By Neil Heathcote
BBC News, Dubai
It's remarkable how many people in Dubai now accuse the USA of being anti-Arab. And many of those who say it loudest are the Westerners.
US complaints centre on container security
The city is home to DP World, the company at the centre of the row over America's ports and its homeland security. It's also home to a large expatriate community, including Americans and Europeans, all attracted by the comfortable lifestyle and business-friendly environment.
To them, the idea that the country somehow poses a terrorist threat seems unreal - not to say disingenuous.
If it's uncontroversial for a UK company to run the ports, they ask, why is another American ally, the UAE, considered a security risk? Racism, they imply, must the answer.
Emiratis, as UAE residents are known, are far more discreet. The DP World takeover of 6 US ports is a business deal pure and simple, they say. Once Americans look into it, they'll see that's the case and approve it. The whole row revolves around a simple confusion: DP World will manage the ports, not run their security.
There's a great deal of money at stake on both sides.
The Gulf states are riding the crest of the oil boom, and have been looking to invest some of their new-found wealth outside the region. The aim: to reduce their dependence on oil.
In the past 18 months alone, UAE based companies have bought a $2bn stake in Time Warner, a $1bn stake in DaimlerChrysler, a $700m hotel in New York, the port assets of America's CSX Corporation and a 25% stake in a Canadian aluminium smelter.
Suddenly, with DP World, the shopping spree has hit a roadblock. America seems to have decided there are limits after all.
Is the UAE government worried?
"The only thing that I personally think might be a concern is about the foreign investment going into the US," says the UAE's economy minister, Lubna Bint Khalid Al Qasimi.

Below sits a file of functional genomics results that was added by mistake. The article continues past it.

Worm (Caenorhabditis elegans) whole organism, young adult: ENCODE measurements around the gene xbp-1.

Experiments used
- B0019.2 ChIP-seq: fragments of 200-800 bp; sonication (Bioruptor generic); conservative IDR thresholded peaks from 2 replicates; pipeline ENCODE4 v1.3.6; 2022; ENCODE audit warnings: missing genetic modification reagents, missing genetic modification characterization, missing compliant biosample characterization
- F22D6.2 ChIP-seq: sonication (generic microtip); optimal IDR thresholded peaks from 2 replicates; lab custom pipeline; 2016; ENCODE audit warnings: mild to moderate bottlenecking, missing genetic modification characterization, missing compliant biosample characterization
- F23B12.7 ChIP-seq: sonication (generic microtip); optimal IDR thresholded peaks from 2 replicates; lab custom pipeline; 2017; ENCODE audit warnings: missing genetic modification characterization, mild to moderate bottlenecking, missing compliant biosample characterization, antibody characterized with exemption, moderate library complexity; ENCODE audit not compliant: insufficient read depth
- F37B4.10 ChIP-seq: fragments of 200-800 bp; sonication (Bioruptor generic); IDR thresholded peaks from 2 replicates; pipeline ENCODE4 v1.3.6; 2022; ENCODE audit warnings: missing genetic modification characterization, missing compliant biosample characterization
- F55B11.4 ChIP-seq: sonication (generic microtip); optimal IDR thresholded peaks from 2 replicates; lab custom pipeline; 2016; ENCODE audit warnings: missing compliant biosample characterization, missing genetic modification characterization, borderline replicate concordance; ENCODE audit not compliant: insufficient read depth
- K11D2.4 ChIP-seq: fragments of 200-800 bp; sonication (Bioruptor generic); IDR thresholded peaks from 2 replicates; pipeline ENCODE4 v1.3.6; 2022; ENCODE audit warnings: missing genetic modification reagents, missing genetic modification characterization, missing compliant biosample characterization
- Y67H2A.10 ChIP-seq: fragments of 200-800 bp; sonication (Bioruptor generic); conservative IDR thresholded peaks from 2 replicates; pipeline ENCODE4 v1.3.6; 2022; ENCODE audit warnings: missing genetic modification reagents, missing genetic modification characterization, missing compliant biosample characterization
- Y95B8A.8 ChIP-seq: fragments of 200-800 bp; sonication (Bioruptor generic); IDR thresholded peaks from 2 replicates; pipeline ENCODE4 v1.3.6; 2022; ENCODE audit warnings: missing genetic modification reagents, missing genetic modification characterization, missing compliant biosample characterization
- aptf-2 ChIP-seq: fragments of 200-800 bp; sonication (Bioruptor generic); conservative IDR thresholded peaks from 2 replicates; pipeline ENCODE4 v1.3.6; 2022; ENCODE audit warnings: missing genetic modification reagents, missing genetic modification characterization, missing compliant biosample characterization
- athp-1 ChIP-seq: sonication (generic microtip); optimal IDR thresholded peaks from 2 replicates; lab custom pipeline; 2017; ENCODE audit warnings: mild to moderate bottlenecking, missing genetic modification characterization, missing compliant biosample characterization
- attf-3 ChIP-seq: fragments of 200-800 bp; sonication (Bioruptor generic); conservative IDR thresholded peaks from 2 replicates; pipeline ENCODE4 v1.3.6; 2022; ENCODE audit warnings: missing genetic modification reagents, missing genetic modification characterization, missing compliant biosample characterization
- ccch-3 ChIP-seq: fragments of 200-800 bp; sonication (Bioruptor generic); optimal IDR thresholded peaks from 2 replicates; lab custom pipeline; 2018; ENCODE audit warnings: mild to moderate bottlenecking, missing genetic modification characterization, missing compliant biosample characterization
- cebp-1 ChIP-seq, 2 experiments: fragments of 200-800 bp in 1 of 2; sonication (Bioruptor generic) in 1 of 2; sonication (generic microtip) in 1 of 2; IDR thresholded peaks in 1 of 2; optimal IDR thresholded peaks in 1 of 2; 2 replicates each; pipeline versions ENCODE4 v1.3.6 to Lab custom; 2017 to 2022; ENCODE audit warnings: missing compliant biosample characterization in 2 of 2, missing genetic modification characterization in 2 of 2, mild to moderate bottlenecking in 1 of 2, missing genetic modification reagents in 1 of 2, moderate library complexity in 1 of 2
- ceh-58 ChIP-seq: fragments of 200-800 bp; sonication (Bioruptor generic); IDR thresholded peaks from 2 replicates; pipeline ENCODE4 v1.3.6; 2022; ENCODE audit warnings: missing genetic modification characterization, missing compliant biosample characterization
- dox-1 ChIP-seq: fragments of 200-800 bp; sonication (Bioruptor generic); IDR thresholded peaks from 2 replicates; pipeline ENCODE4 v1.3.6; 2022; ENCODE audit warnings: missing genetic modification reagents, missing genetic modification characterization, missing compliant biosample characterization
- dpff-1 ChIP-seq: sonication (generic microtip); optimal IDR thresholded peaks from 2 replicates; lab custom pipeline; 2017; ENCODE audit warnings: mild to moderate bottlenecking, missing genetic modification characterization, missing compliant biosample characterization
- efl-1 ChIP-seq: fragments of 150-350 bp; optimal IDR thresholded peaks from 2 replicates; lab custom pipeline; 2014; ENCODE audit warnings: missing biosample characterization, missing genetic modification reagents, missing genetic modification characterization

"The question is whether these kind of processes will take longer because of politics and things like that. That would raise a concern not only to investors here, but probably in other countries - because that's a sign of whether it's a pro-investment environment or not."
This fear is echoed around the Gulf.
The head of the American Business Council in Dubai has written an open letter to Congress supporting DP World.
If the deal goes through, DP World will operate six US ports
If necessary, he says, he'll send a delegation over to persuade US lawmakers in person - because the row will inevitably affect how keen Gulf investors are to do business with America.
"It would have to, wouldn't it?" says Council head Lou Scotto.
"Anytime something that is purely a business deal gets stopped - whether for security reasons or any reason - it will raise a flag and make some people think twice.
"Or at least have an alternative plan of action: 'Well, if not the US, then where else can we go?'"
To complicate matters, the two countries are in the middle of negotiations to sign a free trade deal. Those talks are carrying on as usual, but negotiations may now be slowed while certain points are clarified.
"This incident with P&O may just bring certain questions on our side about the process of investment - because a major chunk of the FTA is related to investment and investment in the US," says Sheikha Lubna.
"So this will maybe require some clarification of questions on our side. But I am 100% confident that it will go through."
With oil prices expected to remain high, Gulf governments are keen to carry on with their acquisition spree. They understand the US context, they appreciate President Bush's support, and are happy to wait a little longer - as long as the DP World deal does eventually go through.
Private investors, however, may be more easily put off.
"Organisations such as the Kuwait Investment Agency and the Abu Dhabi Investment Authority are, I think, are looking at the situation and saying 'it doesn't change our modus operandi'," says Steve Brice at Standard Chartered Bank.
"Private individuals I think are probably the people who will change their minds."
For many of these investors, the US offers relatively few good deals anyway - particularly in comparison to the property and stock market booms in the Middle East, or the potential returns from Asia.
Political problems will just persuade them to carry on looking elsewhere.
The row over DP World will not stop those who spot an opportunity in America from pursuing it. But it may give many investors pause for thought - the more so if the row drags on without a solution.
And particularly if they find there are simply easier and more profitable places to do business elsewhere.